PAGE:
So Farzi Cafe was a dining experience that was fun and fanciful with great food to make the trek worthwhile.  Hearty eaters please note – the portions are quite small and if you really were to eat to your heart’s content be sure to shell out a pretty packet .

Verdict :  Definitely worth going especially for a fun evening in town.

Caveat: Guests should make prior reservations to avoid disappointment. Night times are particularly lively so not suitable for the oldie goldies

Looking for a cook

Why I need a cook


Bayda Bai the cook has gone home on leave. Not only has this left me in charge of the kitchen but it has also left me with the realisation that I need a cook.

But I don’t need a live-in or full time cook because we don’t really eat all the time. Yes, we do spend more than half the day doing other things like sleeping, reading, writing, walking, working and other things that one does when one is not eating.

Surprisingly, I like to cook. This is because I like to eat. But I don’t  eat just anything and all the time. I only eat the things I like to eat. However, cooking every day can become a drag especially when our food factory starts at 6 am. That’s when we all wake up and start in the direction of the kitchen to have our morning wake up brew. ( Mine is coffee while the rest of the household has various teas – some Chinese, some Indian and some Green)

Even before this unearthly hour, the kitchen light comes on and Bayda is busy boiling the milk, chopping the fruit and making oatmeal into porridge and pancake. She is also busy boiling an egg and brewing a huge pot of tea.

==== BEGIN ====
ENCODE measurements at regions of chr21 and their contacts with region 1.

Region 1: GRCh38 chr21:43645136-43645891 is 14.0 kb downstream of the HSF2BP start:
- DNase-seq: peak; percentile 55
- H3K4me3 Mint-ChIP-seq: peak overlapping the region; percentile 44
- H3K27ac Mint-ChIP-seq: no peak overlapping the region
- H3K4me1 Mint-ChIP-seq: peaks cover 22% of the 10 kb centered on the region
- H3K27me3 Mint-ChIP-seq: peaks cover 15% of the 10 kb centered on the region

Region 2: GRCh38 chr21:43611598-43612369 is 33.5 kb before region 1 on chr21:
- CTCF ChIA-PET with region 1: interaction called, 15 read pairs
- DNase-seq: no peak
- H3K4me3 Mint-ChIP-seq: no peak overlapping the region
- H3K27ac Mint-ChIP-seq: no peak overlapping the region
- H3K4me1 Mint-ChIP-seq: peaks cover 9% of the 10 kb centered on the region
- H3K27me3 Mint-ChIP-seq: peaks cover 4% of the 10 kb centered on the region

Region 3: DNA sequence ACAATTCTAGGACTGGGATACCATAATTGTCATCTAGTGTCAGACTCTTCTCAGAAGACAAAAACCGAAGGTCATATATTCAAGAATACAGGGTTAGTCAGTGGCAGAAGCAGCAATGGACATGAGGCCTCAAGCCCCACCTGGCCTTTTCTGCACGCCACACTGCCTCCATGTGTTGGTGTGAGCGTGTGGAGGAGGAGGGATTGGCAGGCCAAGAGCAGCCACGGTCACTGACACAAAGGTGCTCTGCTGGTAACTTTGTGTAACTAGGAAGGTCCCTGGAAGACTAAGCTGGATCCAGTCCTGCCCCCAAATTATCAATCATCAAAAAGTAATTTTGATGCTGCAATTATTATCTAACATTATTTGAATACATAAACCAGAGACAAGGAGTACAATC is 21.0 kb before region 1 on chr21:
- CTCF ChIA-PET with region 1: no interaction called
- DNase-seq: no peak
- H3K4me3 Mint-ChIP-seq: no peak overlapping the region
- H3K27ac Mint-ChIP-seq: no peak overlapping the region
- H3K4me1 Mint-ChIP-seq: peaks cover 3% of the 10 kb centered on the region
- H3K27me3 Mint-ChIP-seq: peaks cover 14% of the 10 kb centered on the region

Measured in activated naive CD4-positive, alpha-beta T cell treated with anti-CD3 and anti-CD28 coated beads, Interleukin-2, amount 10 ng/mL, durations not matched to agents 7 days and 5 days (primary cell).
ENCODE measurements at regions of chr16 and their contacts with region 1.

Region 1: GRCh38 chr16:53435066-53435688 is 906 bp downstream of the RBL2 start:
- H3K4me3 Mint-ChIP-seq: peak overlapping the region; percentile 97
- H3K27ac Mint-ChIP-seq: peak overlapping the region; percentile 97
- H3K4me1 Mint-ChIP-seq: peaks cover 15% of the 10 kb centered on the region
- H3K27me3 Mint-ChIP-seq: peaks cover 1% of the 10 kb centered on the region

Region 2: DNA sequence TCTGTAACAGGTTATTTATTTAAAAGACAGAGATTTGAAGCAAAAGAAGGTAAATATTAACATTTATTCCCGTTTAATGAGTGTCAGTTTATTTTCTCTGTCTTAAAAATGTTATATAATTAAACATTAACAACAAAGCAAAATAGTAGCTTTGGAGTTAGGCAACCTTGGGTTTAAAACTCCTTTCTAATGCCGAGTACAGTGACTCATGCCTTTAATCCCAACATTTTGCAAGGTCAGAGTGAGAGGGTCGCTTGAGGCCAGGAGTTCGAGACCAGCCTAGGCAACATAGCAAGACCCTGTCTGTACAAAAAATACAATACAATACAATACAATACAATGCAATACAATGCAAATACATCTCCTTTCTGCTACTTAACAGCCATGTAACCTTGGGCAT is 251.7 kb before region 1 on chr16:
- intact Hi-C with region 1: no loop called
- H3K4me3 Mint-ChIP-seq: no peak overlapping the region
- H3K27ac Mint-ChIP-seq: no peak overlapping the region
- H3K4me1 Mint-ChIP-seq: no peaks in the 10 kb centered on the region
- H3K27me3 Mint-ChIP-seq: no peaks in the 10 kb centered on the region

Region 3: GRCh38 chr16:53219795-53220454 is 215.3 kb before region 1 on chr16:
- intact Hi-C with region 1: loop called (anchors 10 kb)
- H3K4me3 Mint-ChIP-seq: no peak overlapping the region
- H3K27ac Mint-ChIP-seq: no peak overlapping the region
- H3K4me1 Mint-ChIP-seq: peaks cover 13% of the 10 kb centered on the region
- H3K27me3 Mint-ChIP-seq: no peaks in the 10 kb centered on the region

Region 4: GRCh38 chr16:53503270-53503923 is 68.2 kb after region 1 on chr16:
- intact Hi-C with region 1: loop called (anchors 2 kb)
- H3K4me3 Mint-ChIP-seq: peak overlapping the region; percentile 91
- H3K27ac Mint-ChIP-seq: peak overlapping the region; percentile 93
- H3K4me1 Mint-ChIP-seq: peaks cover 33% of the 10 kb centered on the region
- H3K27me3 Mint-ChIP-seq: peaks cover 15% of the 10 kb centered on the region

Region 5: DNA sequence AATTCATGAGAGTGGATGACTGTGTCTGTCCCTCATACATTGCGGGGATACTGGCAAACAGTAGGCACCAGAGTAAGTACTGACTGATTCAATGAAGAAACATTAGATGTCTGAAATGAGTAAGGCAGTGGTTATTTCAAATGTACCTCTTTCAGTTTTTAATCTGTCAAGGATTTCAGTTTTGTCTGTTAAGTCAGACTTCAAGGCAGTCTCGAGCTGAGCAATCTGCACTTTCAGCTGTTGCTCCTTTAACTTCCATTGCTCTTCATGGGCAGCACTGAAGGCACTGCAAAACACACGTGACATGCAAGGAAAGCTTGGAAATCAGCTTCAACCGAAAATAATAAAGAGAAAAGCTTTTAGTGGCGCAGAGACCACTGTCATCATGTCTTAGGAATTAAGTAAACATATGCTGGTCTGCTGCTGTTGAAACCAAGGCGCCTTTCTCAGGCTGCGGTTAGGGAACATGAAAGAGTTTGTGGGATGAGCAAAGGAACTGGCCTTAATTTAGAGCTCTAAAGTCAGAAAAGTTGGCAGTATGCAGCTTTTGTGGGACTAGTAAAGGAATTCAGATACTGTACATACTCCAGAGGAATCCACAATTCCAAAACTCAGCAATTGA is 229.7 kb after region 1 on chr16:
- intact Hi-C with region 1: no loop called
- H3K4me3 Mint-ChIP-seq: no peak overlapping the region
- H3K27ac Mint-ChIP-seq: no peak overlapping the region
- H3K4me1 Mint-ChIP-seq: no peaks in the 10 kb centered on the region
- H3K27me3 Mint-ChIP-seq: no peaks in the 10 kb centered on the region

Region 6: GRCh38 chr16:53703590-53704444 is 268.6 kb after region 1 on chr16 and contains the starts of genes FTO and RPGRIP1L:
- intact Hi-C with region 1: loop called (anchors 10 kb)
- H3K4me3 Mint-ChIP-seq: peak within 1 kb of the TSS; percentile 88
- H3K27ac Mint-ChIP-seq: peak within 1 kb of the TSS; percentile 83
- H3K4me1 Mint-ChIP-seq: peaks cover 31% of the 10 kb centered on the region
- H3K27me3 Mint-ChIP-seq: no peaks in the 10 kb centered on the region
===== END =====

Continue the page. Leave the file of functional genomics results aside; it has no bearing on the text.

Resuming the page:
While the breakfast is underway, she is busy getting ready for the first lunch box that has to be packed before 8.30 am. After this is done, she makes the lunch and or dinner for the rest of the household. Between 1 and 4, our kitchen is officially closed and the only reason we venture in its direction is to get a glass of water or raid the stash of biscuits/nibbles for a quick snack.

At 4 we all go through another round of teas and coffees before we start discussing what we would like to eat for dinner.

Then from 6-10 begins the preparation, serving and clearing up after dinner.

Having done this for the past one month, I am now quite exhausted.

Looking for a part time cook

Lest you get the impression that Bayda Bai does all this unaided, let me correct you. She has a sous chef who is otherwise her boss i.e. me or Yours Truly. While she does the grunt work, it is often left to me to provide the gourmet touches.